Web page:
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All these 31 patients who were classified as critical were visited during the period between April 14 and May 16, and in addition, a few patients (n = 15) patients who had been classified as medium were also visited as they required medications/morphine and caregivers were unable to reach the center to collect these. A total of 46 visits were thus made.

The distribution of visits across Pune city based on the municipal corporation classification of “red,” “orange” and “green” zones is depicted in [Figure 4] below,[3] red being the zone with maximum number of COVID patients, and having the maximum restrictions.
Figure 4: Division of Pune into color-coded zones

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As illustrated below, the CPC team conducted 12 visits in the red zone, 9 in the orange, and 8 in the green zone. In addition, 17 visits were done outside of the limits of the Pune Municipal Corporation, i.e., Pimpri-Chinchwad area which was also in the red zone.[1]

Of the 46 patients visited during this period, the support offered included: addressing physical symptoms, providing psychosocial support, end of life care, in case of morphine drop offs, or needing any procedures or wound dressing. The type of services provided is illustrated in the chart below. Although the services provided may not have been exclusive, and few patients may have used more than one service, we have tried to highlight the major ones we identified.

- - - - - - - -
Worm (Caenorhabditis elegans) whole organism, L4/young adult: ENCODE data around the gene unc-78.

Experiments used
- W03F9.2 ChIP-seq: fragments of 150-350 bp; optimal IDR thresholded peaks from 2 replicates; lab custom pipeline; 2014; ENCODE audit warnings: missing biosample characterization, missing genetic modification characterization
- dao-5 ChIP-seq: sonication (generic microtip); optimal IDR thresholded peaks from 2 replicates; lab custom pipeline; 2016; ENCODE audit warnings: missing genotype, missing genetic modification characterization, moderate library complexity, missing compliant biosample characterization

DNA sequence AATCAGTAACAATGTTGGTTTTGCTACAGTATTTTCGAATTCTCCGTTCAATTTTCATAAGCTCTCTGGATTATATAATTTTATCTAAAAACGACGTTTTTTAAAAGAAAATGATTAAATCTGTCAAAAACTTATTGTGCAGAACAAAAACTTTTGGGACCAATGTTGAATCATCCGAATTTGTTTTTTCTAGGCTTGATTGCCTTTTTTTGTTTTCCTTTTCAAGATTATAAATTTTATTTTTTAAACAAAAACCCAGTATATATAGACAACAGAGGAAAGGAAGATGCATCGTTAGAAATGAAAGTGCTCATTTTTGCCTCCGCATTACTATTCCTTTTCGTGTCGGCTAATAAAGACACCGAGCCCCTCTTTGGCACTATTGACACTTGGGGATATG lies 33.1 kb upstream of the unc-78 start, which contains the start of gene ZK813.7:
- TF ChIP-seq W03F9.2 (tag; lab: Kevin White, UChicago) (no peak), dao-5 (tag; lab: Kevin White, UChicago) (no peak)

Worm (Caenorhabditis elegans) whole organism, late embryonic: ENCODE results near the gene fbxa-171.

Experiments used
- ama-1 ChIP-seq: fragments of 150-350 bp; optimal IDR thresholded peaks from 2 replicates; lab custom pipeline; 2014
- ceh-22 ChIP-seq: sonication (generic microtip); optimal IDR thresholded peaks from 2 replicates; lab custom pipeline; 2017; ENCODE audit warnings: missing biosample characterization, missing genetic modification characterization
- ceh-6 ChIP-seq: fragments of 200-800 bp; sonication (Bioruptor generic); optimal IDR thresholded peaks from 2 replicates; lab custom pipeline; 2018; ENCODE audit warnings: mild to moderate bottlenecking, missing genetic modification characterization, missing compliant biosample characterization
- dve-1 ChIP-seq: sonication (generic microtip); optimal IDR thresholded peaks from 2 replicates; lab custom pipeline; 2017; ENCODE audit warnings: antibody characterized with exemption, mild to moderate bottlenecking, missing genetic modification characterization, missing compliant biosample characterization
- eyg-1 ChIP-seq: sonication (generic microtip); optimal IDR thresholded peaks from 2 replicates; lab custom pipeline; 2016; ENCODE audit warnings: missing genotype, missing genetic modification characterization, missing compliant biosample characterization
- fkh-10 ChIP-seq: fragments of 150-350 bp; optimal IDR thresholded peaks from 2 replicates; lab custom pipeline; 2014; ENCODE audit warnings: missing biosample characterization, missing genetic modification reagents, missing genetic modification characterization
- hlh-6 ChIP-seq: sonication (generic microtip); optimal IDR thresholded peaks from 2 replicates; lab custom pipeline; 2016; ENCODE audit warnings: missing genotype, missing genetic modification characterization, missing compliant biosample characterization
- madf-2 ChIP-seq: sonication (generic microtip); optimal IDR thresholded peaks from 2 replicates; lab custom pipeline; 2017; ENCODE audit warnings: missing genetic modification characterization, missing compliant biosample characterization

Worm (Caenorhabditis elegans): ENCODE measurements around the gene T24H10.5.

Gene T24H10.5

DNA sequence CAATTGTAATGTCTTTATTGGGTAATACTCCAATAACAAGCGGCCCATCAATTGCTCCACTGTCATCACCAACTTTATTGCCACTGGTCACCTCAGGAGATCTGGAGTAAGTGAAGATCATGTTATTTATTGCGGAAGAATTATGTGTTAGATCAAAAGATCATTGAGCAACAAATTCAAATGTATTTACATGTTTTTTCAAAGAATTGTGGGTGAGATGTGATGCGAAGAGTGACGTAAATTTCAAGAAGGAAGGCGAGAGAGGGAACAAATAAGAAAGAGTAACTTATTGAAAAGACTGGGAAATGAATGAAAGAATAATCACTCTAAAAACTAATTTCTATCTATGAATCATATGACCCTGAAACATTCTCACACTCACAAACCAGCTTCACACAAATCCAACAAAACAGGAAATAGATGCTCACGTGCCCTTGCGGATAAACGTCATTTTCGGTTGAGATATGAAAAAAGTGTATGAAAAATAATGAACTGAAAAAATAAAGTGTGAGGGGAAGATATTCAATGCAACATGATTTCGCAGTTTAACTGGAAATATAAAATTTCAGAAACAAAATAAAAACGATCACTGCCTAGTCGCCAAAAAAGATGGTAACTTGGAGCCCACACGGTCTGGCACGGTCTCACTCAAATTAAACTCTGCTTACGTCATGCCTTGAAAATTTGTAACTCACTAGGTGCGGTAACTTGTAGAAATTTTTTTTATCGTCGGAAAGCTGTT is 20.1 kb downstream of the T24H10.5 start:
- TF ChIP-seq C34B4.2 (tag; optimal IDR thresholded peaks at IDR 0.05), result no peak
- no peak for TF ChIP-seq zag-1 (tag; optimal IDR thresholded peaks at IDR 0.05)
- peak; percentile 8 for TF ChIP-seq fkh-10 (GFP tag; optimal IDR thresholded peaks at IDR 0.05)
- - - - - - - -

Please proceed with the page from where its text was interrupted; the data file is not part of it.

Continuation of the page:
Results and Discussion Top

The concept of continuity of care is ever so important during the current COVID crisis, where isolation, lack of access to medical care, anxieties, and apprehensions are rampant. The American Academy of Family Physicians defines continuity of care as “the process by which the patient and his/her physician-led care team are cooperatively involved in ongoing health care management toward the shared goal of high-quality, cost-effective medical care.”[4] Continued care ensures constant connect of the patient with the healthcare system, thus reducing patient anxieties, improving patient satisfaction, improving quality of life, and as some reports mention, even reducing mortality.[5] With Pune being one of the districts worst hit by the pandemic, there were severe travel restrictions, limiting access to home care for several of our patients [Figure 4]. We tried to ensure continuity of care through phone calls and video calls [Figure 1] and [Figure 2].

Restarting home visits was a policy decision that we made, based on the criticality of patients assessed through phone calls and video calls made, as per our algorithm [Diagram 1] and the number of stressed calls we received. However, keeping in mind, the travel restrictions, reduced number of staff, and the need for judicious use of protective equipment, we triaged the patients into high, medium, and low criticality [Figure 3].